On July 30, in an Alpine village of Switzerland’s Valais Canton, the entire secretariat of the annual Verbier Festival was suddenly put on alert. Romanist pianist Radu Lupu, who was scheduled to appear on stage in the evening that day, got sick and had to cancel the performance. The organizing group hurriedly contacted Andras Schiff and the Hungarian-born British classical pianist hit the stage after having a rehearsal only once with the Verbier Festival Orchestra (VFO) and conductor Gabor Takacs-Nagy.
The little Alpine village, though with the altitude of 1,600 meters, has been affected by global warming and is witnessing its daytime highs rise over 30 degrees Celsius. Still, the festival’s main, AC-free concert hall “Salle des Combins” with 1,700 seats was filled to capacity regardless of the change in the program.
The choice of Andras for the stage he had only a few hours to prepare was Beethoven’s Piano Concerto No. 4. Sir Andras Schiff, who was knighted by Queen Elizabeth, appeared in front of the audience wearing a smile that resembles that of a seeker, as he always does. As he began an introduction of the first movement, playing triplets that are similar to those in Beethoven’s Symphony No. 5 and called the “motif of Fate,” all eyes fell on his fingers.
Andras chose a Beethoven in meditation instead of a powerful Beethoven, and his music soared up into the sky just like an albatross as if it no longer existed in the world. His lifting up of a left hand to give a sign to the orchestra in a latter part of the cadenza showed that the maestro, no matter how he was an excellent musician, could not find himself all relaxed on stage. As soon as the third movement came to an end in a storm-like rush, the audience gave him a standing ovation. Andras played Schubert’s Hungarian Melody as an encore with his eyes gently closed, and the audience was enveloped in peaceful silence.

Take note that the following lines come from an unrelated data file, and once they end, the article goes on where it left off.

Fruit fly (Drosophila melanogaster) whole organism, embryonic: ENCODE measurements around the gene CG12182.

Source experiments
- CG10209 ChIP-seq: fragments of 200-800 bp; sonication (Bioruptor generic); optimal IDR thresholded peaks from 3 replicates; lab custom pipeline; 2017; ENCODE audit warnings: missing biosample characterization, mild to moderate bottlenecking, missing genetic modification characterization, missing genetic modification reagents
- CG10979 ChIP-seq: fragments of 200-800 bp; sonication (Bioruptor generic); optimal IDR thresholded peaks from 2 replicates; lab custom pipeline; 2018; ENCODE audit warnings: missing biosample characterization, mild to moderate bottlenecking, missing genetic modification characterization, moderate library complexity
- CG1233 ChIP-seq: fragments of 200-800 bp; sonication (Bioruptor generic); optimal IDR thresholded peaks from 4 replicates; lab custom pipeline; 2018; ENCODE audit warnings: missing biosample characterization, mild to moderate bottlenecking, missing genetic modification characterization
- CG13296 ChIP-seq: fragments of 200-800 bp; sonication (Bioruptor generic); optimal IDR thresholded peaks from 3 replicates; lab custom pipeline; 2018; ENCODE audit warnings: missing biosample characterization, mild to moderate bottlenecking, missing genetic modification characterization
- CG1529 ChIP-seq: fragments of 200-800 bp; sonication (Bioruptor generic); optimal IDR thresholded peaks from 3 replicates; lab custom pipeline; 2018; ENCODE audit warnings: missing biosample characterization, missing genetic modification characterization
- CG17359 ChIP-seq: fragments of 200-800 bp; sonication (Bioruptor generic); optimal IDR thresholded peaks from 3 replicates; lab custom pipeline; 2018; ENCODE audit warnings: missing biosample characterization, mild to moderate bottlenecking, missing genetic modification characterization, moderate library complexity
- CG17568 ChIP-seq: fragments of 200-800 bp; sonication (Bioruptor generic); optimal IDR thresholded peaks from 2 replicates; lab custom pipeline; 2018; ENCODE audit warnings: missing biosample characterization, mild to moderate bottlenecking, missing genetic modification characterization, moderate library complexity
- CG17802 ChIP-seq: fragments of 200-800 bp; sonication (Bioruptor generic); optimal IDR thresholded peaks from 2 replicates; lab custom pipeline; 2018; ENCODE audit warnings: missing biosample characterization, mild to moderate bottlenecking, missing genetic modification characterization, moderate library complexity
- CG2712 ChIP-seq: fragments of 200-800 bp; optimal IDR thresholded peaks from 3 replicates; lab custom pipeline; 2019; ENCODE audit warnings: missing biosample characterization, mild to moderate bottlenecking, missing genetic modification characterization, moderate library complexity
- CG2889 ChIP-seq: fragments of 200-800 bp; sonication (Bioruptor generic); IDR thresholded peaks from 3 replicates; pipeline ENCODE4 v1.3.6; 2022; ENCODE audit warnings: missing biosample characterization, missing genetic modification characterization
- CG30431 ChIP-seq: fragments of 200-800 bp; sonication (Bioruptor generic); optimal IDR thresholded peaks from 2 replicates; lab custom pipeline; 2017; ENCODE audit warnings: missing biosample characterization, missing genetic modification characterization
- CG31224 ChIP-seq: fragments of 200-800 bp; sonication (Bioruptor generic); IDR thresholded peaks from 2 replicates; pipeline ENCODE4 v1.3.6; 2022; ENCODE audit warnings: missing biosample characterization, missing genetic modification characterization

Swedish performance director Martin Engstroem started to hold a music festival at a ski resort in the summer of 1994, and the idea led to great success. The Verbier Festival, celebrating its 25th anniversary this year, has attracted the world’s top-class musicians. During the festival, the small village with the population of some 3,000 residents is filled with tourists and performers from all around the world. One can even easily encounter international soloists and members of the orchestra at the “Mont Fort,” where a wrap-up party is held. The festival’s system that holds both a concert and an academy has been also benchmarked by the PyeongChang Music Festival.
“Alps on alps arise,” said English neoclassical poet Alexander Pope in “An Essay on Criticism.” In the summer of 2018, the Alps were rising even higher with music.
Seung-Hoon Cheon email@example.com